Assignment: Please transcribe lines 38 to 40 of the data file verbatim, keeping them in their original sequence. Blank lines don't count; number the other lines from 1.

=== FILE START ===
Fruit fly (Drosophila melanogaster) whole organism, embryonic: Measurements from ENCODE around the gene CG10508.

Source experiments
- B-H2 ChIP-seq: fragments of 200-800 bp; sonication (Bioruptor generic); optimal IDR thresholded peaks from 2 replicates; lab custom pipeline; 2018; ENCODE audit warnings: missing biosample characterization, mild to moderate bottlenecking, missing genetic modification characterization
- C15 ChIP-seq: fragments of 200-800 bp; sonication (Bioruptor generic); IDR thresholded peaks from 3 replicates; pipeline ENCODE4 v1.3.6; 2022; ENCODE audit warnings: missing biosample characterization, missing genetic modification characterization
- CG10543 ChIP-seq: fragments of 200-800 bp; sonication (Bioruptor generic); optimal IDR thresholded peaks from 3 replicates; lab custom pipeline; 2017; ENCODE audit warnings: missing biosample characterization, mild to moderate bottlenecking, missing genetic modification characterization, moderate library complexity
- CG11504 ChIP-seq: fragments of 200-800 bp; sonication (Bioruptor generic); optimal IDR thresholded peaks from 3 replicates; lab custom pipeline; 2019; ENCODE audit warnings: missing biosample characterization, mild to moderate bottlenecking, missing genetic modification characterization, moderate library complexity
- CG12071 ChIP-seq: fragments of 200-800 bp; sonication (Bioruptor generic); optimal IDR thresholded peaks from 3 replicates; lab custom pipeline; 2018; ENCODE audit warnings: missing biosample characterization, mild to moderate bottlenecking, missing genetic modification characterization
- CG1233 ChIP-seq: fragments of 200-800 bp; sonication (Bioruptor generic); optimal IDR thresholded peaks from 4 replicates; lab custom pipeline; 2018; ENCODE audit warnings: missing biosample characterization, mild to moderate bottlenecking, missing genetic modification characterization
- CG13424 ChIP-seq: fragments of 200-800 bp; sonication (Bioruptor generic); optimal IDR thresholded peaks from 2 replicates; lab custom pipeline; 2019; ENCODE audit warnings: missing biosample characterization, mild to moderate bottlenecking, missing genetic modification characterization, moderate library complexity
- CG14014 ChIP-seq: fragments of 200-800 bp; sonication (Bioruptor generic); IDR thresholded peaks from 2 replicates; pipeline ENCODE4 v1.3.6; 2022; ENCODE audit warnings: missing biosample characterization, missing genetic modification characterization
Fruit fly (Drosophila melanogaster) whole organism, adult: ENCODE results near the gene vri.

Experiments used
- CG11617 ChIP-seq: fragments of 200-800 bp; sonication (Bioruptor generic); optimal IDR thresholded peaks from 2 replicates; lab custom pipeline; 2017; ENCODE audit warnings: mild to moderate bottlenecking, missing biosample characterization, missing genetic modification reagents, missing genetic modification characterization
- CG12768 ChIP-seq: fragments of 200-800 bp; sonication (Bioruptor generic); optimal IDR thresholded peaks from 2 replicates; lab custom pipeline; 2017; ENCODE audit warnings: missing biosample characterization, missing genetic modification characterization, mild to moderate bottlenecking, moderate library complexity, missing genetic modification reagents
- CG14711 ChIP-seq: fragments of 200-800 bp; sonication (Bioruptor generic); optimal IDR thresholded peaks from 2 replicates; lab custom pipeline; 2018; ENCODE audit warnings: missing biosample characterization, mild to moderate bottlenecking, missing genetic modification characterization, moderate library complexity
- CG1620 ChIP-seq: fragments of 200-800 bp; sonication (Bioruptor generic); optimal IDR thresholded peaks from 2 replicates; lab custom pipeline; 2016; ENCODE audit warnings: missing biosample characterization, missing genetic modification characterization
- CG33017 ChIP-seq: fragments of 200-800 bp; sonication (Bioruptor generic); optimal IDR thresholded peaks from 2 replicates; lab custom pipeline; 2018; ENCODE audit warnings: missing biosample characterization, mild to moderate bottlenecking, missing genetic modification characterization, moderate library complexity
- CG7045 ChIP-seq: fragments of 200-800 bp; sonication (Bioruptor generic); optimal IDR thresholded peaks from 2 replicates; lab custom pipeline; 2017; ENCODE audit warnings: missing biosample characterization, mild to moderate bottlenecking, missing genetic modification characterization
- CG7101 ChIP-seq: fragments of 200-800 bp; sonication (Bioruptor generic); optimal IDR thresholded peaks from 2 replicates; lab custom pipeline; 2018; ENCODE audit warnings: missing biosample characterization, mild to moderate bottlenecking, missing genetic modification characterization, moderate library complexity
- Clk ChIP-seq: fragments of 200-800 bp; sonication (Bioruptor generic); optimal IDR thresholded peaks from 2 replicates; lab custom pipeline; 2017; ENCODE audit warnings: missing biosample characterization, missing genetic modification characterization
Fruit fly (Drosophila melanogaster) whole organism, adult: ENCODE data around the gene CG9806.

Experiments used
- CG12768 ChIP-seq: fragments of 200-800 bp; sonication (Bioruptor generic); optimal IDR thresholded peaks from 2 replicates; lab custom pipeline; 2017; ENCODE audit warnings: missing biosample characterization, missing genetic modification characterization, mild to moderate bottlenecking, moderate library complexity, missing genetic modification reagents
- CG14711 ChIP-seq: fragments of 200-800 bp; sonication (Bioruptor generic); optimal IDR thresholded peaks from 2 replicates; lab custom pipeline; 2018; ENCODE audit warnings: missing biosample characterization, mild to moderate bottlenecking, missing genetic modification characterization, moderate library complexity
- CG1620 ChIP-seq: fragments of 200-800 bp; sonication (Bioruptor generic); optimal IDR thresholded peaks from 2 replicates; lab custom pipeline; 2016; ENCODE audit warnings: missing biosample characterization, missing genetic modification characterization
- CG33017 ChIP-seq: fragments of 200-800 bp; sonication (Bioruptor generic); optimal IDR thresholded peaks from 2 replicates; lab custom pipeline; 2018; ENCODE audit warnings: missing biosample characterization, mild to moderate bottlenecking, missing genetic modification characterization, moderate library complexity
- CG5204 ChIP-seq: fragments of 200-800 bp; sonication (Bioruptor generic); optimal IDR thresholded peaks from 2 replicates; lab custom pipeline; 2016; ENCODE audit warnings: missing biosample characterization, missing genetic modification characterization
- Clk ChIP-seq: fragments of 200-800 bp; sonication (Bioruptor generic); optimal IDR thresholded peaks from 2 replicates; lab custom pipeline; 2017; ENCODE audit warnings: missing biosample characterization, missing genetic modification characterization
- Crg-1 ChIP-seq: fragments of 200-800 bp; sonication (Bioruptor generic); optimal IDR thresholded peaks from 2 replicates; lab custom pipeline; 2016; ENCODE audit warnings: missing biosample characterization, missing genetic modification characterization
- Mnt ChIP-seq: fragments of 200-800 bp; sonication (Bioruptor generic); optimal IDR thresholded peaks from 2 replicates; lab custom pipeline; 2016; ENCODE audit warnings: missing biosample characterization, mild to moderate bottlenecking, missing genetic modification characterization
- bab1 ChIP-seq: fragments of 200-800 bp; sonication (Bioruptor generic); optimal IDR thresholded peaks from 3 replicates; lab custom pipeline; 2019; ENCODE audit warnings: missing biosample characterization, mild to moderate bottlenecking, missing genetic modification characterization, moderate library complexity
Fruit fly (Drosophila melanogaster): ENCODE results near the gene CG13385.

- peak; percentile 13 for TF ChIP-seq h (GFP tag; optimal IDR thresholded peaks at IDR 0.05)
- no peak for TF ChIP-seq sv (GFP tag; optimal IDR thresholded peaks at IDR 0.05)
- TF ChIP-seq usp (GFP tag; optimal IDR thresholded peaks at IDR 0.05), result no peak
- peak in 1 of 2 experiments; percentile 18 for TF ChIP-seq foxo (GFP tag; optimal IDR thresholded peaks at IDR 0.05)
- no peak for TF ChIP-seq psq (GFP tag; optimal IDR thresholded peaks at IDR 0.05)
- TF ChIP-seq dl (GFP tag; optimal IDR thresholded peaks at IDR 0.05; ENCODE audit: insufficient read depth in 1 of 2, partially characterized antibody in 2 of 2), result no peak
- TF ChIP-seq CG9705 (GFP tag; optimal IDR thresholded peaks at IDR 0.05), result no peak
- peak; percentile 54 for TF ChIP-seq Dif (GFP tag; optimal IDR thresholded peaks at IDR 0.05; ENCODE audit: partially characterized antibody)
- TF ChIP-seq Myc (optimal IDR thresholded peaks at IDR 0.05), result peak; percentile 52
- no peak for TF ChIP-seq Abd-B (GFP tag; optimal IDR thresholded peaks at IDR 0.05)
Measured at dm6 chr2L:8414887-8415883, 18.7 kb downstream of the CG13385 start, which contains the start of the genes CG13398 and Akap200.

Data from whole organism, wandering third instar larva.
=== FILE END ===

- TF ChIP-seq dl (GFP tag; optimal IDR thresholded peaks at IDR 0.05; ENCODE audit: insufficient read depth in 1 of 2, partially characterized antibody in 2 of 2), result no peak
- TF ChIP-seq CG9705 (GFP tag; optimal IDR thresholded peaks at IDR 0.05), result no peak
- peak; percentile 54 for TF ChIP-seq Dif (GFP tag; optimal IDR thresholded peaks at IDR 0.05; ENCODE audit: partially characterized antibody)